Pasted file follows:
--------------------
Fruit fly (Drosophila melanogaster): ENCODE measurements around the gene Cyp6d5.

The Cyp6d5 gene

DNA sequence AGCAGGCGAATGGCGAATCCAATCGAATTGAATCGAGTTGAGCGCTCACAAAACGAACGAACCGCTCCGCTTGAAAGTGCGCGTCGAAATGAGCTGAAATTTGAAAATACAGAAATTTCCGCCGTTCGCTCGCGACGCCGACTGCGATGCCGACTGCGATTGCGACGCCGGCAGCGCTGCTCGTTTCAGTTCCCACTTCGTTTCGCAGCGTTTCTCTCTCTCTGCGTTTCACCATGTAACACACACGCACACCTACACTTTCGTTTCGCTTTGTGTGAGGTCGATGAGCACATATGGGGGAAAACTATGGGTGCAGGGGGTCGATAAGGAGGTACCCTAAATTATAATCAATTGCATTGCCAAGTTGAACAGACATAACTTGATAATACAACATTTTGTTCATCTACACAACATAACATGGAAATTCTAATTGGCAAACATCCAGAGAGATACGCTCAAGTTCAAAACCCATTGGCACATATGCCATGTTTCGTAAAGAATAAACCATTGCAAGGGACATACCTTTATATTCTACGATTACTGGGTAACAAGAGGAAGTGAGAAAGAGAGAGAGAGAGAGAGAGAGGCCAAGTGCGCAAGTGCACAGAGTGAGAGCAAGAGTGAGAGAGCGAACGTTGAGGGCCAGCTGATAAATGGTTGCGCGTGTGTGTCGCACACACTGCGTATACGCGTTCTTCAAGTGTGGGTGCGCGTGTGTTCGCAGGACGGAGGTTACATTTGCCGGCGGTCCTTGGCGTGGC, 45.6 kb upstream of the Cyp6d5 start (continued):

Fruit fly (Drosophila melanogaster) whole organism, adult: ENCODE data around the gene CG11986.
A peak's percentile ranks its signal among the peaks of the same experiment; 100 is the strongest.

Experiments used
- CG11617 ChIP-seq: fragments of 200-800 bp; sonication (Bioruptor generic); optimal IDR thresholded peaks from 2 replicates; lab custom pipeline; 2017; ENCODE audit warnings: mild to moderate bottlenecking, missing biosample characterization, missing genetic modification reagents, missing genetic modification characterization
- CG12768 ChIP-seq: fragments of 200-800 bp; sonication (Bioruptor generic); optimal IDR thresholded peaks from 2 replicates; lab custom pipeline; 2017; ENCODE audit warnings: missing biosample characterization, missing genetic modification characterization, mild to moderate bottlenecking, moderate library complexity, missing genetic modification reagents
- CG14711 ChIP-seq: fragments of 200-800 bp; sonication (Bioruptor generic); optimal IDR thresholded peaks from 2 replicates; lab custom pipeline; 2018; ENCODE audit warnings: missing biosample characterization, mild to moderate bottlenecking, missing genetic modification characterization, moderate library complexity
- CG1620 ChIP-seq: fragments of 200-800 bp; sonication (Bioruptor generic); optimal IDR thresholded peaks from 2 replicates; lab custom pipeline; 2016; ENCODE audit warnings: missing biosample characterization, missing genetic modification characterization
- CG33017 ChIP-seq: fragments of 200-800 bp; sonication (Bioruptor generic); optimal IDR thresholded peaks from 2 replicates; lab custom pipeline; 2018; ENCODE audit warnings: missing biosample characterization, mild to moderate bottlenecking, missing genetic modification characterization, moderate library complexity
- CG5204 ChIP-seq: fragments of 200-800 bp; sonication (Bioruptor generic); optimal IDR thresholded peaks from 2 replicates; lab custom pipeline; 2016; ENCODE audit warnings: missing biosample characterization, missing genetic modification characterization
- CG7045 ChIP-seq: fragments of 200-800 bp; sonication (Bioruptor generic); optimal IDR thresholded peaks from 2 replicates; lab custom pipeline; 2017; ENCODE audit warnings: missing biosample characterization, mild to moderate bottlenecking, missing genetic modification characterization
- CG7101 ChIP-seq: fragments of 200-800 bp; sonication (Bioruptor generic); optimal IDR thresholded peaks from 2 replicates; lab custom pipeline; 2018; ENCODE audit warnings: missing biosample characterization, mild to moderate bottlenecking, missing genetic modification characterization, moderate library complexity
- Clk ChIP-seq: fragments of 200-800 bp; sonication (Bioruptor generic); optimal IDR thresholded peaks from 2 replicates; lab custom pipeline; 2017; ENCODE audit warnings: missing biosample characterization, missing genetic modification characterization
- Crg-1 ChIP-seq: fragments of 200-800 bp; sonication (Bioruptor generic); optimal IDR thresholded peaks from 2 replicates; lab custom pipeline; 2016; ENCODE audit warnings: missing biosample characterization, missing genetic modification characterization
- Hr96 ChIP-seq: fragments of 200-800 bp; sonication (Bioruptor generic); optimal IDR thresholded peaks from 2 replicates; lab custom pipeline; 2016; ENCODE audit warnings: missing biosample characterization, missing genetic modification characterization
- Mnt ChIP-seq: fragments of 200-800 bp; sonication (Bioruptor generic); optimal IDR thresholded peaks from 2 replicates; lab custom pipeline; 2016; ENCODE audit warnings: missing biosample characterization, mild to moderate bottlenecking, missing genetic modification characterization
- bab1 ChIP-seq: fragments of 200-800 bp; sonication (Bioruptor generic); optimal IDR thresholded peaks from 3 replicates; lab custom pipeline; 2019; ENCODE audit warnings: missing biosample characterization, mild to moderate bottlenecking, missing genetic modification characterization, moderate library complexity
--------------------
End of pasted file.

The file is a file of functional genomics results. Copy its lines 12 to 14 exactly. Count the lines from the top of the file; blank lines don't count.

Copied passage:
- CG5204 ChIP-seq: fragments of 200-800 bp; sonication (Bioruptor generic); optimal IDR thresholded peaks from 2 replicates; lab custom pipeline; 2016; ENCODE audit warnings: missing biosample characterization, missing genetic modification characterization
- CG7045 ChIP-seq: fragments of 200-800 bp; sonication (Bioruptor generic); optimal IDR thresholded peaks from 2 replicates; lab custom pipeline; 2017; ENCODE audit warnings: missing biosample characterization, mild to moderate bottlenecking, missing genetic modification characterization
- CG7101 ChIP-seq: fragments of 200-800 bp; sonication (Bioruptor generic); optimal IDR thresholded peaks from 2 replicates; lab custom pipeline; 2018; ENCODE audit warnings: missing biosample characterization, mild to moderate bottlenecking, missing genetic modification characterization, moderate library complexity